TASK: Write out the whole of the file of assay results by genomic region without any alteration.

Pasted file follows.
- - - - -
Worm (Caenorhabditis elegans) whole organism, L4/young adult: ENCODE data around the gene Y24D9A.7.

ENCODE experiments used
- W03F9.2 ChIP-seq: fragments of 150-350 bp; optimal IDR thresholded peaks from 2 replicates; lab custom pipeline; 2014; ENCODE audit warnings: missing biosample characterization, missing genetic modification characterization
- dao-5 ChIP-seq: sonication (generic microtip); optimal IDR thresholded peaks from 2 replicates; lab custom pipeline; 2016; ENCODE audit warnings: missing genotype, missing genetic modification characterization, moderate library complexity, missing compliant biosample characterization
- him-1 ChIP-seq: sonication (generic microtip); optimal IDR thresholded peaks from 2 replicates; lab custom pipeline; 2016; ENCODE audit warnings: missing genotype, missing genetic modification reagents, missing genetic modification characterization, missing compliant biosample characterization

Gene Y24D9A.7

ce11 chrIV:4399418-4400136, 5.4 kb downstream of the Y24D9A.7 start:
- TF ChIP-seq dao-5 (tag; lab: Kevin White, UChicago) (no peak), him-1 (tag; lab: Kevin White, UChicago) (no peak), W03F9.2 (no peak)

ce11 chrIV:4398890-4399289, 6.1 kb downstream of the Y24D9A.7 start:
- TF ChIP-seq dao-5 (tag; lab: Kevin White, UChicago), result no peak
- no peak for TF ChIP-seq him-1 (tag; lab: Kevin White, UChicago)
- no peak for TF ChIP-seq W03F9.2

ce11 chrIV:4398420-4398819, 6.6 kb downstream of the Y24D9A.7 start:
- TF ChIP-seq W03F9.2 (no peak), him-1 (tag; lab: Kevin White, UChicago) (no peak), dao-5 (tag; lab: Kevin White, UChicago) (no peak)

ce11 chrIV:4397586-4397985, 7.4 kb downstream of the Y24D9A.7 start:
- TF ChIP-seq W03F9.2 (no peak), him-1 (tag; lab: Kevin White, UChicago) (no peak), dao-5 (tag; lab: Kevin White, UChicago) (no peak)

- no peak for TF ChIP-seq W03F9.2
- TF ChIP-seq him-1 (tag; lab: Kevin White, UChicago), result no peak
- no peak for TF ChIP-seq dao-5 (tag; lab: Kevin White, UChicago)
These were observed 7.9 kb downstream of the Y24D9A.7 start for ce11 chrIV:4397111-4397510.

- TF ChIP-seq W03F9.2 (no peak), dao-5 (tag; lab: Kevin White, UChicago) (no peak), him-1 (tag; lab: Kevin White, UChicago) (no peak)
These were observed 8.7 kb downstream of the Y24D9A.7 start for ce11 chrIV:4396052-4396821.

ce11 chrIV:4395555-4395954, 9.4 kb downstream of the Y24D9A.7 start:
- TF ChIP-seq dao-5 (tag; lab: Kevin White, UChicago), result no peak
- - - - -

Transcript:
Worm (Caenorhabditis elegans) whole organism, L4/young adult: ENCODE data around the gene Y24D9A.7.

ENCODE experiments used
- W03F9.2 ChIP-seq: fragments of 150-350 bp; optimal IDR thresholded peaks from 2 replicates; lab custom pipeline; 2014; ENCODE audit warnings: missing biosample characterization, missing genetic modification characterization
- dao-5 ChIP-seq: sonication (generic microtip); optimal IDR thresholded peaks from 2 replicates; lab custom pipeline; 2016; ENCODE audit warnings: missing genotype, missing genetic modification characterization, moderate library complexity, missing compliant biosample characterization
- him-1 ChIP-seq: sonication (generic microtip); optimal IDR thresholded peaks from 2 replicates; lab custom pipeline; 2016; ENCODE audit warnings: missing genotype, missing genetic modification reagents, missing genetic modification characterization, missing compliant biosample characterization

Gene Y24D9A.7

ce11 chrIV:4399418-4400136, 5.4 kb downstream of the Y24D9A.7 start:
- TF ChIP-seq dao-5 (tag; lab: Kevin White, UChicago) (no peak), him-1 (tag; lab: Kevin White, UChicago) (no peak), W03F9.2 (no peak)

ce11 chrIV:4398890-4399289, 6.1 kb downstream of the Y24D9A.7 start:
- TF ChIP-seq dao-5 (tag; lab: Kevin White, UChicago), result no peak
- no peak for TF ChIP-seq him-1 (tag; lab: Kevin White, UChicago)
- no peak for TF ChIP-seq W03F9.2

ce11 chrIV:4398420-4398819, 6.6 kb downstream of the Y24D9A.7 start:
- TF ChIP-seq W03F9.2 (no peak), him-1 (tag; lab: Kevin White, UChicago) (no peak), dao-5 (tag; lab: Kevin White, UChicago) (no peak)

ce11 chrIV:4397586-4397985, 7.4 kb downstream of the Y24D9A.7 start:
- TF ChIP-seq W03F9.2 (no peak), him-1 (tag; lab: Kevin White, UChicago) (no peak), dao-5 (tag; lab: Kevin White, UChicago) (no peak)

- no peak for TF ChIP-seq W03F9.2
- TF ChIP-seq him-1 (tag; lab: Kevin White, UChicago), result no peak
- no peak for TF ChIP-seq dao-5 (tag; lab: Kevin White, UChicago)
These were observed 7.9 kb downstream of the Y24D9A.7 start for ce11 chrIV:4397111-4397510.

- TF ChIP-seq W03F9.2 (no peak), dao-5 (tag; lab: Kevin White, UChicago) (no peak), him-1 (tag; lab: Kevin White, UChicago) (no peak)
These were observed 8.7 kb downstream of the Y24D9A.7 start for ce11 chrIV:4396052-4396821.

ce11 chrIV:4395555-4395954, 9.4 kb downstream of the Y24D9A.7 start:
- TF ChIP-seq dao-5 (tag; lab: Kevin White, UChicago), result no peak